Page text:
In this Sept. 20, 2009, photo fans pack Chicago's Soldier Field to watch a Chicago Bears NFL football game.
Last night's final play in the Packers and Seahawks Monday night football contest put the replacement referees ineptitude on center stage. For the second night in a row in front of national audience the referee's judgment has been called in to question and in turn is etching away at the integrity of the NFL.
Following last night's game Packers quarterback Aaron Rodgers had little to say on the blown call that ruled in favor of a Golden Tate game winning touchdown reception for Seattle.
While Rodgers didn't feel like talking about it, NFL fans and former players had plenty to say, and predominantly the same thing, that D.M. Jennings intercepted the ball. The play sent Twitter a blaze, including former Buccaneer great Derrick Brooks tweeting out, "This IS freaking unbelievable, these Refs blew this one, Bring back the regular refs enough said, I can't say anymore," tweeted Brooks.
Former Bucs Tight End Anthony Becht came to the 10 News studios to share his opinion.
" Nothing angers me more as a player when you have two officials who obviously gave two different signals, and you don't have a whole crew come together and talk about the situation," said Becht. "It was obvious to me that was an interception."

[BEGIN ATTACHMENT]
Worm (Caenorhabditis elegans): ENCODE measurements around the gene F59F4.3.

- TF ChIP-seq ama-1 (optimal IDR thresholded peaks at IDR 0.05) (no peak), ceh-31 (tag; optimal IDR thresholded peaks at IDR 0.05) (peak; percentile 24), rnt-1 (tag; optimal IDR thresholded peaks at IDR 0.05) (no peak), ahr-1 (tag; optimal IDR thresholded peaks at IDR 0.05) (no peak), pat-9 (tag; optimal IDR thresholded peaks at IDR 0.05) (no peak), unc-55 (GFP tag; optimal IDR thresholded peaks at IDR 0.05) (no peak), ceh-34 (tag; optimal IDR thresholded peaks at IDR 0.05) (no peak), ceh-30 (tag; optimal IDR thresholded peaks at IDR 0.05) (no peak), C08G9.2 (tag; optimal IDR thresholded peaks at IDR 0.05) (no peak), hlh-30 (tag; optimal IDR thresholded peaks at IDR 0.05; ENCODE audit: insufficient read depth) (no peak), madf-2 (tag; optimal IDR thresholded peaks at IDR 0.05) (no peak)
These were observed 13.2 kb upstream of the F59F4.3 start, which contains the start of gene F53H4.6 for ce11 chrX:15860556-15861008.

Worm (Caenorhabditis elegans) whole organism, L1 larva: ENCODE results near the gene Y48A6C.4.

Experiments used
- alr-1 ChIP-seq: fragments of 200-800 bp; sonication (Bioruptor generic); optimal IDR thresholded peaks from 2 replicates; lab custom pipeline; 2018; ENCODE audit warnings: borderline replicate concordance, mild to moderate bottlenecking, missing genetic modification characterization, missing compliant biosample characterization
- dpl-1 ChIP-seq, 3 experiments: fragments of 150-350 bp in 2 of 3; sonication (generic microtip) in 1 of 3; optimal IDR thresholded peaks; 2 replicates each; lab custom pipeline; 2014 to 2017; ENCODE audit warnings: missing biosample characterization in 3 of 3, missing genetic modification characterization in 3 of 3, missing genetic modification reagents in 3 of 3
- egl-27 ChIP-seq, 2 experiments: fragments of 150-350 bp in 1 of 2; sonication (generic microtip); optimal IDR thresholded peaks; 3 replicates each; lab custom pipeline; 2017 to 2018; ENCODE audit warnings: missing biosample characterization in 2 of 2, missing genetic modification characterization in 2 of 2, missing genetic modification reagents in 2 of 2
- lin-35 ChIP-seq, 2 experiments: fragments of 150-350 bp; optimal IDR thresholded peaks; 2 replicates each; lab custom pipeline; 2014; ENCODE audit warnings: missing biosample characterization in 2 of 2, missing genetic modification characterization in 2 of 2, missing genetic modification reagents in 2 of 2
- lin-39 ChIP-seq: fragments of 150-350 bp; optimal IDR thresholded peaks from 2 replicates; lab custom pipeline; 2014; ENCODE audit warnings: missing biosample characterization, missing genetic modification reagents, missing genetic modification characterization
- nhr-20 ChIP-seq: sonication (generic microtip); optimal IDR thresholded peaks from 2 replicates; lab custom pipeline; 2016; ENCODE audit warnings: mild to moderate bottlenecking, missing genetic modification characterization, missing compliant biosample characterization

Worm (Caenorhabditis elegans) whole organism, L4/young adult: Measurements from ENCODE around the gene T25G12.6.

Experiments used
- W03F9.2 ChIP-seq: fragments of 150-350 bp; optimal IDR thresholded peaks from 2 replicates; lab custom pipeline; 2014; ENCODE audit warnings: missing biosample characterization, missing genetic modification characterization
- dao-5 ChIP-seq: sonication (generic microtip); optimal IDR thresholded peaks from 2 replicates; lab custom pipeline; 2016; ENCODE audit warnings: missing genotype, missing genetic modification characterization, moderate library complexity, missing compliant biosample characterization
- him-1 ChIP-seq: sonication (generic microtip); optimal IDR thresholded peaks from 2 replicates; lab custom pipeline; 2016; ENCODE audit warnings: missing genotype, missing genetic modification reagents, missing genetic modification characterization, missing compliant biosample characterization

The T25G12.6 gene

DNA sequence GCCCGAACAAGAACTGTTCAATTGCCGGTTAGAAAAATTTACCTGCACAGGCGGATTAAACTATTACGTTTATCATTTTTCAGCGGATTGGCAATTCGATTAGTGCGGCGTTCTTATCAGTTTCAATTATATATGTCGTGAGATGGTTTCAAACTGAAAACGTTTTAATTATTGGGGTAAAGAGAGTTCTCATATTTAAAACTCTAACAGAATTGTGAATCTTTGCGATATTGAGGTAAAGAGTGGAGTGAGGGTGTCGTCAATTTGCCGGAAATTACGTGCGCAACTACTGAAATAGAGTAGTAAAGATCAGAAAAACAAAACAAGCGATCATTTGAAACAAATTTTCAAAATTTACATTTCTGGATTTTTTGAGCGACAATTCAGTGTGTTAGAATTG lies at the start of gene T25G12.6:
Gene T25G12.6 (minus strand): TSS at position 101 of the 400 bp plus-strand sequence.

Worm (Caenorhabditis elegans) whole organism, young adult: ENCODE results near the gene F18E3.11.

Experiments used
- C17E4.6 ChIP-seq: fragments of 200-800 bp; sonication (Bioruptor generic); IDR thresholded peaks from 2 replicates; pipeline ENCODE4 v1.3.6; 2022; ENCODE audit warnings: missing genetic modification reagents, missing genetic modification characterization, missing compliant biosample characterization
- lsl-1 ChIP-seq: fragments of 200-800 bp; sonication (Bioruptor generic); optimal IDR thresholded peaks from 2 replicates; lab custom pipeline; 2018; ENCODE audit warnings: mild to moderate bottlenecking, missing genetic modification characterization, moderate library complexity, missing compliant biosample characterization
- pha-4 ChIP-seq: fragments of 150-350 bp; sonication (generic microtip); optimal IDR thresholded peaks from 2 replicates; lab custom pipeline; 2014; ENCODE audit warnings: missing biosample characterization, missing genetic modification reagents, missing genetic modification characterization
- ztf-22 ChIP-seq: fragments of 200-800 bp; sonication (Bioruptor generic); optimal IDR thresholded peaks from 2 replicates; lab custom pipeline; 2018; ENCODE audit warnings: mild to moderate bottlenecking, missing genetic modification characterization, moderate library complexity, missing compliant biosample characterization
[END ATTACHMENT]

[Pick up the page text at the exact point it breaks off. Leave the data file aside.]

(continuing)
But the NFL's standing by the replacement referees' call on the play, in a statement released this afternoon the league references the Simultaneous Catch rule.
The rule paraphrased means; if two oppossing players come down with the ball, the ball is awarded to the offense. But clearly the Packers and the defense had possession in last night's game.
If you're asking why the NFL is not using their regular referees, it's because the two parties can't come to a deal on a new labor deal and pension plan.
So instead, the NFL is using referees from the lowest levels of college football and even the Lingerie League.
In fact the Lingerie's League says referees working both leagues compromised their leagues credibility, so they are firing them.
"I can't blame them, they're asked to learn and become something they can't, something that's taking refs that understand the job years to perfect and it's unfortunate the product is not good right now," said Becht.